A person’s scent permeates throughout the snow pack and eventually makes its way through to the surface. The surface scent may get to an area that is not necessarily the actual body location. The scent works its way trough a cone-shaped path that may follow a slanted trajectory depending on the snow structure. In addition, windy conditions or even just a slight breeze may affect how a dog will catch the scent coming out of the cone.
The dog must be led in relation to the wind. Upwind, it becomes impossible for a dog to catch the scent. Stormy and blizzard conditions may make locating very tricky and difficult. The same applies to terrain conditions that generally are always steep, rugged and involve snow density of varying degrees. Around an avalanche, the surface of snow can be rough and will tire a dog very fast. This is why dogs are often carried to the rescue site so as to save as much of their energy as possible.
Dog certification is handled by the WBR. Three levels are offered: A, B, and C. Level C designates a candidate entering the program. Level B is for dogs capable of searching within the ski area boundaries. Level A is the full certification and applies to dogs capable of searching both within the ski area and the backcountry. Dogs cannot be tested for Level A until they’re at least 18 month old. For most dogs, it often takes two winter seasons of work and training to pass the the Level A test. Sometimes, it may take a dog three full years to reach Level A.
From that point on, dogs can expect to work on search and rescue until they are about 10. Piper, Deer Valley’s oldest dog, is 11 years old; she’s still going strong, but may be an exception amongst her peers.
Training is a big endeavor that must be kept up. Deer Valley avalanche dogs stay active year-round. During the off-season, their handlers take them around the resort while mountain biking or working on trails. Their dogs must stay active and obedient while also receiving some agility training to mitigate an off-season sedentary time period. On occasions, outside agencies, like the Summit County Sheriff Department, may come up and expose the dogs to cadaver work, materials they don’t encounter on a daily basis.
Having the dogs out in the summer help them familiarize themselves with the whole mountain environment; this way, they become closely acquainted with the terrain and their surroundings. Chris adds, “I can see the evidence of this in the winter as my dog recognizes the very details of the terrain she traveled back and forth during summer, she tends to follow her usual path in a winter environment.”
I asked Chris if any of the three Deer Valley dogs have been involved in actual search and rescue operation: “Yes, we’ve been dispatched quite a few times to actual avalanche sites. One of the most interesting instances, happened late in May, near Sundance resort. We were flown up in a helicopter to Mt. Timpanogos where the search operations took place.”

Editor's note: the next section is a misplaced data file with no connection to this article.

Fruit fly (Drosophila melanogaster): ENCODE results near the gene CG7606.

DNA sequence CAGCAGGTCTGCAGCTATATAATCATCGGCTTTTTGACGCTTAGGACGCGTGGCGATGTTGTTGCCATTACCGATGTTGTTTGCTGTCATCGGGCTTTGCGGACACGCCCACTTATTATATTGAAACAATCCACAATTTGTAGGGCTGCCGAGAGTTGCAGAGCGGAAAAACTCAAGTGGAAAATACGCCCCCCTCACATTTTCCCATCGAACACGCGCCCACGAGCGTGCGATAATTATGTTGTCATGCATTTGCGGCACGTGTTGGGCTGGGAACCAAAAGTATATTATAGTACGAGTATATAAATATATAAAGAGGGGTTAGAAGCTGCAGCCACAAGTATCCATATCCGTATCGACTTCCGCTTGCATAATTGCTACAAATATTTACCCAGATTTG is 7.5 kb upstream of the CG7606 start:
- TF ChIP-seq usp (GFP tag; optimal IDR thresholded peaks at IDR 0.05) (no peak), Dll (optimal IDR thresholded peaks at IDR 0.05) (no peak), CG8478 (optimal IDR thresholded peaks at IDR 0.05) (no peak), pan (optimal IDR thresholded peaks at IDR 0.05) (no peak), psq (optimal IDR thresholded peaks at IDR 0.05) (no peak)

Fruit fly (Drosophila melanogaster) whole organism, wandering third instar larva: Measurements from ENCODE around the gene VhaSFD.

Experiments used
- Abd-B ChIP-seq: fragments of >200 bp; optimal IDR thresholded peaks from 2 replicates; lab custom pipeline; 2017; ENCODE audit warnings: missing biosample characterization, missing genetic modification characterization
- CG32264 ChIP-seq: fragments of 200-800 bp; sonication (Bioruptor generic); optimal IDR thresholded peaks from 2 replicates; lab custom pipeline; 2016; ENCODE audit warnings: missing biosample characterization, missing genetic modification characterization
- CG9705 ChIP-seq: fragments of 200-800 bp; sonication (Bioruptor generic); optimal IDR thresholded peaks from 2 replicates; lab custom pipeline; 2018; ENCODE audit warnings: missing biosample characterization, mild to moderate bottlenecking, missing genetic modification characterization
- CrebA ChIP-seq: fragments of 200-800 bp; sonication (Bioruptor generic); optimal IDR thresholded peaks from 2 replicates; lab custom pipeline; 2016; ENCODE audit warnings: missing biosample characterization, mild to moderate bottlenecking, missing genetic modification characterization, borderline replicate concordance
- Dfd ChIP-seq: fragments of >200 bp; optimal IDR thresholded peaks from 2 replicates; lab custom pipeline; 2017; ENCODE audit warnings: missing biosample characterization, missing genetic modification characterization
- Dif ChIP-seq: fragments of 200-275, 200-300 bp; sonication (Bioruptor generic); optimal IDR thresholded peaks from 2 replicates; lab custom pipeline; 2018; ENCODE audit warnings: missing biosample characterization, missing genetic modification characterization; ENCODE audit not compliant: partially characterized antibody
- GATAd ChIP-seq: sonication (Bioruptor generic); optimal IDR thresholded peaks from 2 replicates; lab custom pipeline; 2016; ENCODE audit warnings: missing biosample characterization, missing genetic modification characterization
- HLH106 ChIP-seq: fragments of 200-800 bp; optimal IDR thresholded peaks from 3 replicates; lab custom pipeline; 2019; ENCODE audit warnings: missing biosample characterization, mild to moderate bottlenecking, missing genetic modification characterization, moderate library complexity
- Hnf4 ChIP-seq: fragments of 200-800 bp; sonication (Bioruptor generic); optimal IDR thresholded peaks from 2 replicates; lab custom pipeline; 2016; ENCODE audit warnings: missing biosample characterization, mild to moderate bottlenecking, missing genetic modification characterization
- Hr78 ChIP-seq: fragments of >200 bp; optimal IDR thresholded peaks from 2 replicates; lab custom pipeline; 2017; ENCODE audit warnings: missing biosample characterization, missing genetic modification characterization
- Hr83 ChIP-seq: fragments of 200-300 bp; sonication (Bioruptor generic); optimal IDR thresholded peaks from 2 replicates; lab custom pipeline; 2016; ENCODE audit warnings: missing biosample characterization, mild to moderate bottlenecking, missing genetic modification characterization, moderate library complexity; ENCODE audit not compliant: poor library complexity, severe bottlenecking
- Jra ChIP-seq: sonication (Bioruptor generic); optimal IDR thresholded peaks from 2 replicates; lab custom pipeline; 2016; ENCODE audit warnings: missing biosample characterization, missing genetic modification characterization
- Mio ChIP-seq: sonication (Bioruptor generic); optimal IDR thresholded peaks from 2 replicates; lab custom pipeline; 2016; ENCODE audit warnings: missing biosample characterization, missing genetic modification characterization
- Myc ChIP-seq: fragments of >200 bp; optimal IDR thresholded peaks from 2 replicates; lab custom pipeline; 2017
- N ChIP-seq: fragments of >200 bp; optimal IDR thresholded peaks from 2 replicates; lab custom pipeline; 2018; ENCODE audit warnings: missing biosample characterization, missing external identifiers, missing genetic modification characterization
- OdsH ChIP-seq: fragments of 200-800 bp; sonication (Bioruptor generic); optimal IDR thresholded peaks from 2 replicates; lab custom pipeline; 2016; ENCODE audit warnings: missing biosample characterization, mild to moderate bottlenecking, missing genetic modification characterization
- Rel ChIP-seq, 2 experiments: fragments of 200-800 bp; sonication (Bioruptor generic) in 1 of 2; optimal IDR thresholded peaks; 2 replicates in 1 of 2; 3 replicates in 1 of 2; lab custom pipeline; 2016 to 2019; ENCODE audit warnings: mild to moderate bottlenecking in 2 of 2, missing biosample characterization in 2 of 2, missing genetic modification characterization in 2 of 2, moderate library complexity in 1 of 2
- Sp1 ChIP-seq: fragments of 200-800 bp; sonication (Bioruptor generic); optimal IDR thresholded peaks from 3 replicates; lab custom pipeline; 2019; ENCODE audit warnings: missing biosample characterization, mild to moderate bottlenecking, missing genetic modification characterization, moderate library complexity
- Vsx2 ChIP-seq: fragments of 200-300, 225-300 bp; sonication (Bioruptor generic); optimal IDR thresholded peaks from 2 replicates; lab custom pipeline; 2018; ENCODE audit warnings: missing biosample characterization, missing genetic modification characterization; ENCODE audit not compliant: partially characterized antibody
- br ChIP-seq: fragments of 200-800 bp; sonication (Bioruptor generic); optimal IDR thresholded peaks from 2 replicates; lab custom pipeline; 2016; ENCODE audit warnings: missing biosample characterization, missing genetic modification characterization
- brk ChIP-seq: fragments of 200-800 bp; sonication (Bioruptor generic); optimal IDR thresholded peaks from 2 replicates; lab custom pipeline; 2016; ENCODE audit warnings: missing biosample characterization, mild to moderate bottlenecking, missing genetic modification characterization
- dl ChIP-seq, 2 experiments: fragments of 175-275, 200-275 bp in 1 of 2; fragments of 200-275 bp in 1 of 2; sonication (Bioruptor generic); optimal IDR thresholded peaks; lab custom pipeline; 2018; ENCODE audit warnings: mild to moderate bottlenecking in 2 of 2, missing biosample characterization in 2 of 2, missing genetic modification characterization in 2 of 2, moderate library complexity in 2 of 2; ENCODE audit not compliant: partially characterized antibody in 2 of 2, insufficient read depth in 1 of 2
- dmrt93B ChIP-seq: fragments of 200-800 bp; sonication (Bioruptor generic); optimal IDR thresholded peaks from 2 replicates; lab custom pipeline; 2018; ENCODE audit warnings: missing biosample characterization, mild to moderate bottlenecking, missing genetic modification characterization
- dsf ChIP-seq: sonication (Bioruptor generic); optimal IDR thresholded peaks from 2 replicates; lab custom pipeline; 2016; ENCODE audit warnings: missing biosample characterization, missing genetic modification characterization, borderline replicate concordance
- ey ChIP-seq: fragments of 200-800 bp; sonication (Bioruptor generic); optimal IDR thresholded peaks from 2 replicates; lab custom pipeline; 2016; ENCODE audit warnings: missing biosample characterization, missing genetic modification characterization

At Deer Valley, the “Avy Dogs” perform a very vital and necessary function. They can be seen as an extra insurance policy. Some might argue that these dogs are seen as “low-tech” assistants in a array of new high-tech devices that are being used to locate skiers or measure avalanche danger. “Sometimes dogs can pickup where high-tech left off,” Erkkila explains, “just a couple of years ago, we were all out doing avalanche beacon drills training, and low and behold the beacon batteries died. I had to bring my dog Piper, to find the beacon buried deep under the snow. She found it pretty quickly, so technology is as good as battery life, and with Piper we don’t have to worry about that!”
With always one dog on the mountain on any given day, skiers have the opportunity to visit a Deer Valley Avy Dog at one of the patrol shacks. Just ask to find out where the dog or dogs are for the day. Chris Erkkila offers: “Come and say hi, collect one of our new trading cards that we created for each one of our dogs, and come take some photos!”
Celebrate all that is Irish with carefully crafted St. Patrick’s Day dining options throughout Deer Valley Resort. On Tuesday, March 17, 2015, six of Deer Valley’s fine dining establishments will pay homage to Irish heritage with modern twists on St. Patrick’s Day dining. The special menus feature fresh seasonal produce and a warming, robust taste to delight the wee bit o’ Irish in us all.
St. Patrick’s Day Menus
Snow Park Restaurant will feature its St. Patrick’s Day menu from 11 a.m. to 2:30 p.m. The Grill will offer Niman Ranch Corned Beef Brisket Sandwich ~ Warm Brussels Sprouts, Caramelized Onion and Bacon Slaw, Caraway Aioli, Gruyere Cheese, Spicy Grain Mustard, House Tomato Chutney and Stone Ground Bakery Caraway Bun for $13.50. The Carvery features Traditional Corned Beef and Cabbage ~ Lemon Rosemary Roasted Fingerling Potatoes, Braised Cabbage, Trio of Baby Carrots and Tullamore Dew Mustard Sauce for $15.50.
EBS Lounge will be serving two Irish concoctions from 2:30 p.m. to 6 p.m. The first is an Irish Coffee ~ Tullamore Dew Whiskey, Raw Brown Sugar, Millcreek Coffee and Freshly Whipped Cream for $9.00. The second is an Irish Buck ~ Tullamore Dew Whiskey, Fresh Lime Juice, Ginger Ale and Freshly Whipped Cream for $9.00